I caught part of this excellent interview on CBC's The Current this morning.
It's about Helen Ries's journey as an Ottawa woman who took over care of her adult brother Paul, who has Down syndrome. Paul, who works delivering mail at Canada Mortgage and Housing Corp., moved in with Helen and her husband after their mother died in January 2015.
Helen's built this amazing website aimed at developing a community of friends and family around her brother so that he can lead a rich life.
She documents her first year as his primary caregiver here in what she calls a failure report.
"I assumed that if I could take a few months off of my full-time work to organize supports, I could sort out our finances and apply to increase my brother's government funding, then hire a few people to help out," she writes. "Everything would be sorted out and I could get back to life as it was in about a year."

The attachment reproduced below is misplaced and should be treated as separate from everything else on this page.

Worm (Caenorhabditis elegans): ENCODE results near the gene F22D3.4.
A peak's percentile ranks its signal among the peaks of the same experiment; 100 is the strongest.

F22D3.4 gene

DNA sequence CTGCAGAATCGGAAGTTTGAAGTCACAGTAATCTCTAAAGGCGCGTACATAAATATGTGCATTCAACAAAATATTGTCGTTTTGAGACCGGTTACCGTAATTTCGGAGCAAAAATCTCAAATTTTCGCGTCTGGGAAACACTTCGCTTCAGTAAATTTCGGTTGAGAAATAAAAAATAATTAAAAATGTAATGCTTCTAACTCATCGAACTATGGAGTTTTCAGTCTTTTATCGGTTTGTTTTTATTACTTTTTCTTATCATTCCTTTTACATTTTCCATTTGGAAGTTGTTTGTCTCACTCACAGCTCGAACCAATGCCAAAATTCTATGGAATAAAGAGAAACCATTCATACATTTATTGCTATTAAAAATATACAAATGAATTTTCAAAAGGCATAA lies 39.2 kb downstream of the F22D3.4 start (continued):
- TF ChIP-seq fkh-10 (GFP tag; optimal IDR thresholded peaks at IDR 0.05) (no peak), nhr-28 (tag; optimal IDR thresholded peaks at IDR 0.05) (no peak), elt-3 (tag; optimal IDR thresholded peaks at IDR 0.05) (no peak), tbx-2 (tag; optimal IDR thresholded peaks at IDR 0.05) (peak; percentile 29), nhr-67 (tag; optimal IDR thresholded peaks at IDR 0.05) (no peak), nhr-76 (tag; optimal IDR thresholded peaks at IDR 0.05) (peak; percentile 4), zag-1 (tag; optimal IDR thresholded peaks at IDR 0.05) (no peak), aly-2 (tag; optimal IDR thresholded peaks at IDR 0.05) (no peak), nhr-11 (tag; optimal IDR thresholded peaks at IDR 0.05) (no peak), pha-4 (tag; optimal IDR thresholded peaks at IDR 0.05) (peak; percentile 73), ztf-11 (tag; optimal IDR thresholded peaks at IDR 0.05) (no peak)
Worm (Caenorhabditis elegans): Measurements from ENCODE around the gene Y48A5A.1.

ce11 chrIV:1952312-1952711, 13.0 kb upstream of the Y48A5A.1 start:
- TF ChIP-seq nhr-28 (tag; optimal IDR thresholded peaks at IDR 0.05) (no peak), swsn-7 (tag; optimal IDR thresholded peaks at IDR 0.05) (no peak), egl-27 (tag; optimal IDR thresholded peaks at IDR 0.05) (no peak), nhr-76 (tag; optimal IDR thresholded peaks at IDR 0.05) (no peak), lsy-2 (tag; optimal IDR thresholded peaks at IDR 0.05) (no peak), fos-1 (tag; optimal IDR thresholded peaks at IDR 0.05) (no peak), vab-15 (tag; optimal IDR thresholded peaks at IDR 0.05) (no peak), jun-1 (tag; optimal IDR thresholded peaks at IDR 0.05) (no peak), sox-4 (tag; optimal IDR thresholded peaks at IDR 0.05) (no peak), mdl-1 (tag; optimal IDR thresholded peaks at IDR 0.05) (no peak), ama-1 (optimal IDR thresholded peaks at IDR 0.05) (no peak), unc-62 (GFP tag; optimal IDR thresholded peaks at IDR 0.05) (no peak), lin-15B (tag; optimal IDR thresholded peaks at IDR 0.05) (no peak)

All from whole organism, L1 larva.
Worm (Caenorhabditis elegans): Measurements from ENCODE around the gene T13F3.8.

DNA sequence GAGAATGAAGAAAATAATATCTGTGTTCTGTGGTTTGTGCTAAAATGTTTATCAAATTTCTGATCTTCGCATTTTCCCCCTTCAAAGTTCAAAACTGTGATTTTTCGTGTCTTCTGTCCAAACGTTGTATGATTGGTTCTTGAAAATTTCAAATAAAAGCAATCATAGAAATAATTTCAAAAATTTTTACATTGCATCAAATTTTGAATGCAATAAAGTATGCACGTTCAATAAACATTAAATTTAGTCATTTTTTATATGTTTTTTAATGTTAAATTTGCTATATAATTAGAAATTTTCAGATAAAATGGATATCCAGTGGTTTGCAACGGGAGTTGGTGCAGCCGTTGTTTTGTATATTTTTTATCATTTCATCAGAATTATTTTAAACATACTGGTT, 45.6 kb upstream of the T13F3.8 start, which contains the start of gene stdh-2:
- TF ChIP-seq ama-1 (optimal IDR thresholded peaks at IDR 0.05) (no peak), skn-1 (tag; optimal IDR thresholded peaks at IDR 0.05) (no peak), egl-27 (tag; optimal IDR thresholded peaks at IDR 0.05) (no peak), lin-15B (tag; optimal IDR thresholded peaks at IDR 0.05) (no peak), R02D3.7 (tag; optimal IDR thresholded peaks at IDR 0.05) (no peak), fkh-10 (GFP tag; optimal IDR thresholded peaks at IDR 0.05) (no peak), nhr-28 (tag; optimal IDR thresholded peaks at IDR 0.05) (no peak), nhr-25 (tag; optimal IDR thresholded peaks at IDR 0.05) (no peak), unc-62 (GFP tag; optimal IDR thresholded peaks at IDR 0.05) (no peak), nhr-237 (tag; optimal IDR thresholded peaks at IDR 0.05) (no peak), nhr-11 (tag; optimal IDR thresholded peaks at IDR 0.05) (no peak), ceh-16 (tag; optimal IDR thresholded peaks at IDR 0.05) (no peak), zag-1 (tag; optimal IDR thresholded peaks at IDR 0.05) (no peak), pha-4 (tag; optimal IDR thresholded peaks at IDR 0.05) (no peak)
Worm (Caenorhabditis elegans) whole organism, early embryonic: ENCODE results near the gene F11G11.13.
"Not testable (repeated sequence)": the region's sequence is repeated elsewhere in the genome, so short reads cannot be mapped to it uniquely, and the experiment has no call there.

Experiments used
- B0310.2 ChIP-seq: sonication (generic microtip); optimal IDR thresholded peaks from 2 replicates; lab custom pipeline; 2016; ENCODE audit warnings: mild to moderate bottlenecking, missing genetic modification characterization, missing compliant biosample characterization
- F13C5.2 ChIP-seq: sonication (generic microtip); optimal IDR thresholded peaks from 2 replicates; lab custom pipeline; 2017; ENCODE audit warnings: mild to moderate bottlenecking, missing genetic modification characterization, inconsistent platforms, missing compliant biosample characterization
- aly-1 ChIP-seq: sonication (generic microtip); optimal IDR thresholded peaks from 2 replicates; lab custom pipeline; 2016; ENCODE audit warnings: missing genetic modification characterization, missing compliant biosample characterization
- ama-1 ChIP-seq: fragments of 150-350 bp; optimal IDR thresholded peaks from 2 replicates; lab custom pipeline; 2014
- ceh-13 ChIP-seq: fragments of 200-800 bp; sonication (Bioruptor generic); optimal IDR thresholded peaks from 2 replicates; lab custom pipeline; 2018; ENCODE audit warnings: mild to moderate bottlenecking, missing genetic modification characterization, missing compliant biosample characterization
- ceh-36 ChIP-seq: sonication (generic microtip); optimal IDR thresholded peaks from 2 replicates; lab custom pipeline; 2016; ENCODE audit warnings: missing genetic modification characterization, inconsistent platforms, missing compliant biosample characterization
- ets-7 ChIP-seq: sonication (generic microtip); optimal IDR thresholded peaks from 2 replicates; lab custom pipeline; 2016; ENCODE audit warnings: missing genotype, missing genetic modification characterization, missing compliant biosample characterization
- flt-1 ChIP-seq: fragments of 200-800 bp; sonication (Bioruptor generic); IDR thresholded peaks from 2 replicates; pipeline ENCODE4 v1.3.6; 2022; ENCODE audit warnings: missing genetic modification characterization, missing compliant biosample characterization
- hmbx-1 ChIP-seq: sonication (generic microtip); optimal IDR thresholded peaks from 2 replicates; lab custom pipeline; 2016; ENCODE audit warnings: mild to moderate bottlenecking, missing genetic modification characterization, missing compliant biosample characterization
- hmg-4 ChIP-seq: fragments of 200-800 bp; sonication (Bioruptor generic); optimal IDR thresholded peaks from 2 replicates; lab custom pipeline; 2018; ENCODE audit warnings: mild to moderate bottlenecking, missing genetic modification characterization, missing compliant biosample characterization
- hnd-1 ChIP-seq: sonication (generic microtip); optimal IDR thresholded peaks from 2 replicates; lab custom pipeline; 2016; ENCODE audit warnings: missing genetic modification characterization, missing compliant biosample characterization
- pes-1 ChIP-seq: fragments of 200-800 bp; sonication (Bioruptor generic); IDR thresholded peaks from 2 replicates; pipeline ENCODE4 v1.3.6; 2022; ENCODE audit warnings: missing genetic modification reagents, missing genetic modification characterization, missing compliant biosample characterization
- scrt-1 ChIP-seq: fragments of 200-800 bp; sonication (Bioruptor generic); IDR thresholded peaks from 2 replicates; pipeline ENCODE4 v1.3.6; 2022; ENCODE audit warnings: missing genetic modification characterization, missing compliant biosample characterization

A year later, this MBA grad decided she had to resign from her job with the Ontario government. "As one other sister told me, it took her YEARS, yes that is right, years to right herself after becoming the sole caregiver of her brother."
On CBC, Helen talked about how damaging the assessment for supports was to Paul, two days focused on "what Paul cannot do" that led him to self-harm.
She also noted that money her parents had set aside in a Henson Trust can't be accessed because of limits imposed by the Ontario Disability Support Program.
Meanwhile, Paul hasn't been able to get an increase in Passport funding through Ontario's Ministry of Community and Social Services.
"I thought given his situation was truly a crisis he would qualify for some additional Passport funds so I could hire people to support Paul in his daily life," she told CBC.
Take a listen. Or send Helen a tweet.